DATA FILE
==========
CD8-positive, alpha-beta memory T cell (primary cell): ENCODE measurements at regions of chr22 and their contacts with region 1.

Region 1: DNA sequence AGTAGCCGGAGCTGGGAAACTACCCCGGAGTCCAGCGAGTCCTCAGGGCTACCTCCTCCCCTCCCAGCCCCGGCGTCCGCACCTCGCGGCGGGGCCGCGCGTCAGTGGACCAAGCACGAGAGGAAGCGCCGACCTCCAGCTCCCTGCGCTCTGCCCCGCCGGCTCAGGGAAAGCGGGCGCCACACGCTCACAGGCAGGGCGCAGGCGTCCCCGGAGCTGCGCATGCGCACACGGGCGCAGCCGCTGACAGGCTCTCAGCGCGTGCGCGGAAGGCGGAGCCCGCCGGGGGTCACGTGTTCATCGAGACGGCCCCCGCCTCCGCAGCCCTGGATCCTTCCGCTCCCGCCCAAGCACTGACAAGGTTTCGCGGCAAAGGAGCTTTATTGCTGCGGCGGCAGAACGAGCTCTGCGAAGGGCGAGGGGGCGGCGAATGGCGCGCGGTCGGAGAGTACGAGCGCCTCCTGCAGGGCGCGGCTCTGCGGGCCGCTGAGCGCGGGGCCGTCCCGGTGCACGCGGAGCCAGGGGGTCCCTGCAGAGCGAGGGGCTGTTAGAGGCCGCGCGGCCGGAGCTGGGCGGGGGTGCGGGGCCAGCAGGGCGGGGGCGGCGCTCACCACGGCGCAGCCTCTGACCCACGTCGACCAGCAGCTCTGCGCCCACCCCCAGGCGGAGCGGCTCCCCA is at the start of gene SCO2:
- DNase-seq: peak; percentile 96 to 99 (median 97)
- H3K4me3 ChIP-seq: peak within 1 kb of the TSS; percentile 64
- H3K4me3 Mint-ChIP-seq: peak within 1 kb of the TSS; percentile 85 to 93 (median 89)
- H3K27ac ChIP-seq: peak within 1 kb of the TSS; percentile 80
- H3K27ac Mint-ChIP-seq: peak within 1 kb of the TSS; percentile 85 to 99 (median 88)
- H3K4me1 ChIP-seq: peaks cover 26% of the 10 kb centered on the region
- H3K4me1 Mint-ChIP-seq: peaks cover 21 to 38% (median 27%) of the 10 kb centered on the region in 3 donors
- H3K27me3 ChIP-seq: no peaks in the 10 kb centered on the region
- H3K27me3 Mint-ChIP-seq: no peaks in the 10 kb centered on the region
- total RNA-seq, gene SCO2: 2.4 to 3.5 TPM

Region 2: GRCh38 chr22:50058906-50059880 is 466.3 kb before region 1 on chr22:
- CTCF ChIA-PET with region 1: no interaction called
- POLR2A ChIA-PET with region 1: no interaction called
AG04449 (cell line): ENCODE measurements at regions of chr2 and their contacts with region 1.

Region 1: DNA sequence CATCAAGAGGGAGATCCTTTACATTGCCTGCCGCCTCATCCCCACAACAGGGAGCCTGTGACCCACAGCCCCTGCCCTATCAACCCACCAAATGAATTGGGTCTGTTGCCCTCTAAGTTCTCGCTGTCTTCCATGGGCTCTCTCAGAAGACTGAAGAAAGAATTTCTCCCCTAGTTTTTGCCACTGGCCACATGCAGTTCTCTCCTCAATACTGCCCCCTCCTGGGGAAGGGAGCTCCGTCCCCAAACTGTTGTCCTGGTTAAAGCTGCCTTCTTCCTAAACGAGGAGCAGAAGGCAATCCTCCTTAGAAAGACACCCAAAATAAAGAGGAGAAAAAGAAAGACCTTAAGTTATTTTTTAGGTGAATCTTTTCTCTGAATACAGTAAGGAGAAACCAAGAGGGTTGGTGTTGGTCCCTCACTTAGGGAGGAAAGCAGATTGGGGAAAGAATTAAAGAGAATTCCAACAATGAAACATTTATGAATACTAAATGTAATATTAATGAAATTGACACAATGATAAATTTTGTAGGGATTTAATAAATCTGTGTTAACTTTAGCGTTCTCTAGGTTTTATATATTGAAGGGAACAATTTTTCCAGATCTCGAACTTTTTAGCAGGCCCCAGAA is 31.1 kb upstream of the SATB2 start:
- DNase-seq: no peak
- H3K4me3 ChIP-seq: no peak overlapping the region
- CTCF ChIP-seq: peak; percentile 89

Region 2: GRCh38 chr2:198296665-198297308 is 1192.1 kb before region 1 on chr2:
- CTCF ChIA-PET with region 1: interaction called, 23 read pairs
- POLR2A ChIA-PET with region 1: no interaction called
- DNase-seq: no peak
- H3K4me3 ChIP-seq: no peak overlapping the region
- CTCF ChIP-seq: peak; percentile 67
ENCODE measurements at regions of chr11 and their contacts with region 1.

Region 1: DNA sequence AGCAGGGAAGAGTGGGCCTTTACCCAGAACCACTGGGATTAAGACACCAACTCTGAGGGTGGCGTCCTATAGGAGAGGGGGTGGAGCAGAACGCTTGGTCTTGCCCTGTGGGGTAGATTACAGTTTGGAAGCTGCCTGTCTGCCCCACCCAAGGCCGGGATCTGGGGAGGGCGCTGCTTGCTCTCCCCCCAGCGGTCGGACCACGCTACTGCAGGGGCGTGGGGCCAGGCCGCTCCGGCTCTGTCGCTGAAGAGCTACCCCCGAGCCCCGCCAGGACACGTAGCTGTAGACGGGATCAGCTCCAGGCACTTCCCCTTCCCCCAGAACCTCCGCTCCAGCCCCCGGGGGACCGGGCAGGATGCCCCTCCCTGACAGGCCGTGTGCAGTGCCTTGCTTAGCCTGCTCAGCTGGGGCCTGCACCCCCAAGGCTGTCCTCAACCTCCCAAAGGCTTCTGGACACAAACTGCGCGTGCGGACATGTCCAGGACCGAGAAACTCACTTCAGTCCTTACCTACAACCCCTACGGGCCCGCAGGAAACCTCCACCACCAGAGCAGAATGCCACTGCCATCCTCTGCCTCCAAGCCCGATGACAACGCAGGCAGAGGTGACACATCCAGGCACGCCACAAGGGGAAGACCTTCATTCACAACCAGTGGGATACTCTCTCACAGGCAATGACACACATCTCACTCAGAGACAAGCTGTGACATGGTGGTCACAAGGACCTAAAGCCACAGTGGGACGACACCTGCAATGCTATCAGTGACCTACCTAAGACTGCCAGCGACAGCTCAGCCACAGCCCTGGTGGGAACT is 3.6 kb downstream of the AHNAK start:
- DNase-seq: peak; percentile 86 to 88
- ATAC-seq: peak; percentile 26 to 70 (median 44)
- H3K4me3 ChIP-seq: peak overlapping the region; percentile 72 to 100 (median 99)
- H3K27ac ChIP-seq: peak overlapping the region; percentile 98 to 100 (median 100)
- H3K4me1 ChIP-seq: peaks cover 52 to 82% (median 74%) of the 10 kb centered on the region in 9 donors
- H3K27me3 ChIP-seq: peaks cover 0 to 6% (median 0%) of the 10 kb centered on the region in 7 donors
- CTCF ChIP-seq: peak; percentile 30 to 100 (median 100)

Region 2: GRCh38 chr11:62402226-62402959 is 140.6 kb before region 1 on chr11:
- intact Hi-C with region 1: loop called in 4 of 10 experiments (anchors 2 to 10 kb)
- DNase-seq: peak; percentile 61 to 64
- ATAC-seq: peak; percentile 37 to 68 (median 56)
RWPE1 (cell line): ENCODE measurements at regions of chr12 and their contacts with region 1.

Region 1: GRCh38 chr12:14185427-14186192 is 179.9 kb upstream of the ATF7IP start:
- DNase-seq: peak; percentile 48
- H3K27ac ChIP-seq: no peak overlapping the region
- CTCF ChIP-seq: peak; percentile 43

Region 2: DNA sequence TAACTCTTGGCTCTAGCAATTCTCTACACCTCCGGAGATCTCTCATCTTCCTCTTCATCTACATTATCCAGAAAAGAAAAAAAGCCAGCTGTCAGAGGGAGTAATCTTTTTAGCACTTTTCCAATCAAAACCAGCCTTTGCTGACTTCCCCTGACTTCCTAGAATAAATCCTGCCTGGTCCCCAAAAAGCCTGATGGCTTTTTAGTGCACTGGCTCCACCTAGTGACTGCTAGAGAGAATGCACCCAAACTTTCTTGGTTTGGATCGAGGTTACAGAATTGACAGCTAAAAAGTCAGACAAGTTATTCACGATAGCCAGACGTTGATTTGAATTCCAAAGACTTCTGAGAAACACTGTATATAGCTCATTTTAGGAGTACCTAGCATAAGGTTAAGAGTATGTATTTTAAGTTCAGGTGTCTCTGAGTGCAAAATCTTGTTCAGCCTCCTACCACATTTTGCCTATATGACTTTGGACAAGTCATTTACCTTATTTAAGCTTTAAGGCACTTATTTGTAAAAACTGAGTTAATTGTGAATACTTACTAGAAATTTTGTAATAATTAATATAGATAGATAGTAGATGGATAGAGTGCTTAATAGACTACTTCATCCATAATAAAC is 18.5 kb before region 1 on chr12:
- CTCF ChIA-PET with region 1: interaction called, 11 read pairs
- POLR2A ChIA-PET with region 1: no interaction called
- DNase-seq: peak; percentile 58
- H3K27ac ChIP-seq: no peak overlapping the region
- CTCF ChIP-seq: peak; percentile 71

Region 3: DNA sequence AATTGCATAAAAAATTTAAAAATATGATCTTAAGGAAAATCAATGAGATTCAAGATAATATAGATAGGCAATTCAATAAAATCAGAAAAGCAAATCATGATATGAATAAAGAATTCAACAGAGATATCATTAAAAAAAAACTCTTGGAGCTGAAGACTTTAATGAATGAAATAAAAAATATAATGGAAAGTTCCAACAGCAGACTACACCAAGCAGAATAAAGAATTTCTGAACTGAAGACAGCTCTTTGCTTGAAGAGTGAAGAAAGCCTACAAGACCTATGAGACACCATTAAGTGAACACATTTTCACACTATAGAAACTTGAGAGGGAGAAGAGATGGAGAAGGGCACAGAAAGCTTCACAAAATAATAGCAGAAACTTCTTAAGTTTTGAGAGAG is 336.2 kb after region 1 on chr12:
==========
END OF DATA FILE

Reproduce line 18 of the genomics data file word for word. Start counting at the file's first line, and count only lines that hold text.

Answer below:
- DNase-seq: no peak